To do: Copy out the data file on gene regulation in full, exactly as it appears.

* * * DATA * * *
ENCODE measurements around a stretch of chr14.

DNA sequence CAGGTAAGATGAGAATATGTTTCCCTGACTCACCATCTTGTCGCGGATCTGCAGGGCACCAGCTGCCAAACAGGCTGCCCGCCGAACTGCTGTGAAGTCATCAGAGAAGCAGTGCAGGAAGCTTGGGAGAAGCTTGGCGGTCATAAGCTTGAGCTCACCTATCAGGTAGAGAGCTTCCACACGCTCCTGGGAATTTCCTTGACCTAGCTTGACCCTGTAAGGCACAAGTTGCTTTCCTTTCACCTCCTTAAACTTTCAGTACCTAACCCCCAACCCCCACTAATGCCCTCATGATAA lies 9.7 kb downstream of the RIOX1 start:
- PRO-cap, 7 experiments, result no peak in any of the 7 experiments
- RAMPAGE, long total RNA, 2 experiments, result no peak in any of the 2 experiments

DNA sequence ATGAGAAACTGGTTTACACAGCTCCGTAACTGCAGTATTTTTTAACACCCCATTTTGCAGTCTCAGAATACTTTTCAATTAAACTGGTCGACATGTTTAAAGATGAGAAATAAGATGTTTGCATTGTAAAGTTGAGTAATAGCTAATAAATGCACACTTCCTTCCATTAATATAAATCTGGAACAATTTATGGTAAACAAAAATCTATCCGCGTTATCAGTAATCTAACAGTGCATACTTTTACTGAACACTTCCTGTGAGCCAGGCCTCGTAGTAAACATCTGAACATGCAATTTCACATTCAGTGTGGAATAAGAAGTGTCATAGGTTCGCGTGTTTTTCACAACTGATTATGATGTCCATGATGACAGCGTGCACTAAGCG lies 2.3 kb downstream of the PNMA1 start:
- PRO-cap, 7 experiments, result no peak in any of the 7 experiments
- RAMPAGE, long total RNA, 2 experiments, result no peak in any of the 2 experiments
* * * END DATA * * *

ENCODE measurements around a stretch of chr14.

DNA sequence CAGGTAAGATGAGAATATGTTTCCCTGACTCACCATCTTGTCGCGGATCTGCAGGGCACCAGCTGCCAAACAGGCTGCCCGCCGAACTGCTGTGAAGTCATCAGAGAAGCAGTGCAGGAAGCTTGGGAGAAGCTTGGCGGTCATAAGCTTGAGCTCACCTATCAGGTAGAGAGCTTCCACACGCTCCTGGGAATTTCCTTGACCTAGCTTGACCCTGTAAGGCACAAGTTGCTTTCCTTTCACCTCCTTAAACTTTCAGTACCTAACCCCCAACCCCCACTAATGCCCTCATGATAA lies 9.7 kb downstream of the RIOX1 start:
- PRO-cap, 7 experiments, result no peak in any of the 7 experiments
- RAMPAGE, long total RNA, 2 experiments, result no peak in any of the 2 experiments

DNA sequence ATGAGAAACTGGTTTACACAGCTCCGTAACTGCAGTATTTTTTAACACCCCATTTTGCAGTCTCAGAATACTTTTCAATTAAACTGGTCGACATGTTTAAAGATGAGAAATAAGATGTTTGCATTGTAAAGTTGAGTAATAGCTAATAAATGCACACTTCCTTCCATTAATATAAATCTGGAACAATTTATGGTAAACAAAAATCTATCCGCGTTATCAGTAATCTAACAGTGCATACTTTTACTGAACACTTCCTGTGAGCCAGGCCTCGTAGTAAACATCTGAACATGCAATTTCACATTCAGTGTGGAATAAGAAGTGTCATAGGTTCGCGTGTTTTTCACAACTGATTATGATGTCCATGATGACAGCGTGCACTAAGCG lies 2.3 kb downstream of the PNMA1 start:
- PRO-cap, 7 experiments, result no peak in any of the 7 experiments
- RAMPAGE, long total RNA, 2 experiments, result no peak in any of the 2 experiments